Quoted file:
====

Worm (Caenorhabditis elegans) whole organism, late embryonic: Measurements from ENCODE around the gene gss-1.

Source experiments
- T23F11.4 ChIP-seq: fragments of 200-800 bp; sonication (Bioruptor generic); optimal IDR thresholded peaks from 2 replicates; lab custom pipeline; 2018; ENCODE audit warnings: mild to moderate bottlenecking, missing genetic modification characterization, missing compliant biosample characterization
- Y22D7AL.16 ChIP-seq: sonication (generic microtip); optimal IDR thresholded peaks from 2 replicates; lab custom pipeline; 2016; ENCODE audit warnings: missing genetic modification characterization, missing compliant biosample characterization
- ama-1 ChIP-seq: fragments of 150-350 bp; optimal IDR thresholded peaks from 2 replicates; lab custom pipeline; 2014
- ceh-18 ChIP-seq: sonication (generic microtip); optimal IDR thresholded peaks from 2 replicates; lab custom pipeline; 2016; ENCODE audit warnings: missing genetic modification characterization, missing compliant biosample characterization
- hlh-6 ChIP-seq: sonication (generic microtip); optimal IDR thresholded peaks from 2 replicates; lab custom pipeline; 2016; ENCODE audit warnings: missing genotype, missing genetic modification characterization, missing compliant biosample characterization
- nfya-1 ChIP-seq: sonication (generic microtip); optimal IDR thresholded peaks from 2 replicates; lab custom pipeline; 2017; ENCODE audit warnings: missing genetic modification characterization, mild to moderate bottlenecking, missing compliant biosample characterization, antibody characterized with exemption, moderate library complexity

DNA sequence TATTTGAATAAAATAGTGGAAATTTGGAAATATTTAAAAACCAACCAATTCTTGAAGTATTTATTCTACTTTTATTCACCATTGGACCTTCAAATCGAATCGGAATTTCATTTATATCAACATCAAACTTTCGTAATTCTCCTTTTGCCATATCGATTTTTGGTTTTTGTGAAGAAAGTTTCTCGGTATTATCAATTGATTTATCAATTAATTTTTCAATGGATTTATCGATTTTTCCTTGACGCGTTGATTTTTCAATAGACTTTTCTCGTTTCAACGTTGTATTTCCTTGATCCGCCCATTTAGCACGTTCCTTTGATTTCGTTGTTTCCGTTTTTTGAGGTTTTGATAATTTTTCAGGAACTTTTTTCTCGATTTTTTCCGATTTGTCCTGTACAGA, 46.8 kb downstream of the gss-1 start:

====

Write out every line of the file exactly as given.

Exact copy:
Worm (Caenorhabditis elegans) whole organism, late embryonic: Measurements from ENCODE around the gene gss-1.

Source experiments
- T23F11.4 ChIP-seq: fragments of 200-800 bp; sonication (Bioruptor generic); optimal IDR thresholded peaks from 2 replicates; lab custom pipeline; 2018; ENCODE audit warnings: mild to moderate bottlenecking, missing genetic modification characterization, missing compliant biosample characterization
- Y22D7AL.16 ChIP-seq: sonication (generic microtip); optimal IDR thresholded peaks from 2 replicates; lab custom pipeline; 2016; ENCODE audit warnings: missing genetic modification characterization, missing compliant biosample characterization
- ama-1 ChIP-seq: fragments of 150-350 bp; optimal IDR thresholded peaks from 2 replicates; lab custom pipeline; 2014
- ceh-18 ChIP-seq: sonication (generic microtip); optimal IDR thresholded peaks from 2 replicates; lab custom pipeline; 2016; ENCODE audit warnings: missing genetic modification characterization, missing compliant biosample characterization
- hlh-6 ChIP-seq: sonication (generic microtip); optimal IDR thresholded peaks from 2 replicates; lab custom pipeline; 2016; ENCODE audit warnings: missing genotype, missing genetic modification characterization, missing compliant biosample characterization
- nfya-1 ChIP-seq: sonication (generic microtip); optimal IDR thresholded peaks from 2 replicates; lab custom pipeline; 2017; ENCODE audit warnings: missing genetic modification characterization, mild to moderate bottlenecking, missing compliant biosample characterization, antibody characterized with exemption, moderate library complexity

DNA sequence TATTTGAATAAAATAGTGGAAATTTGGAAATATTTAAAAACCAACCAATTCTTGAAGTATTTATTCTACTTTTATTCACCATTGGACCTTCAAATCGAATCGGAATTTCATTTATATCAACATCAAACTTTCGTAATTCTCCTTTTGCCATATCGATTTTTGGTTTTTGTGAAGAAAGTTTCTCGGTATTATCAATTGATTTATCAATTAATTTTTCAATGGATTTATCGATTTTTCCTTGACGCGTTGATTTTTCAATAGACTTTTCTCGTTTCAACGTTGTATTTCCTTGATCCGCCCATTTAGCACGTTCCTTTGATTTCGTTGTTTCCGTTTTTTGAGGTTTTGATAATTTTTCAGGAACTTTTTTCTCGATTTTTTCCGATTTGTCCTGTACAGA, 46.8 kb downstream of the gss-1 start: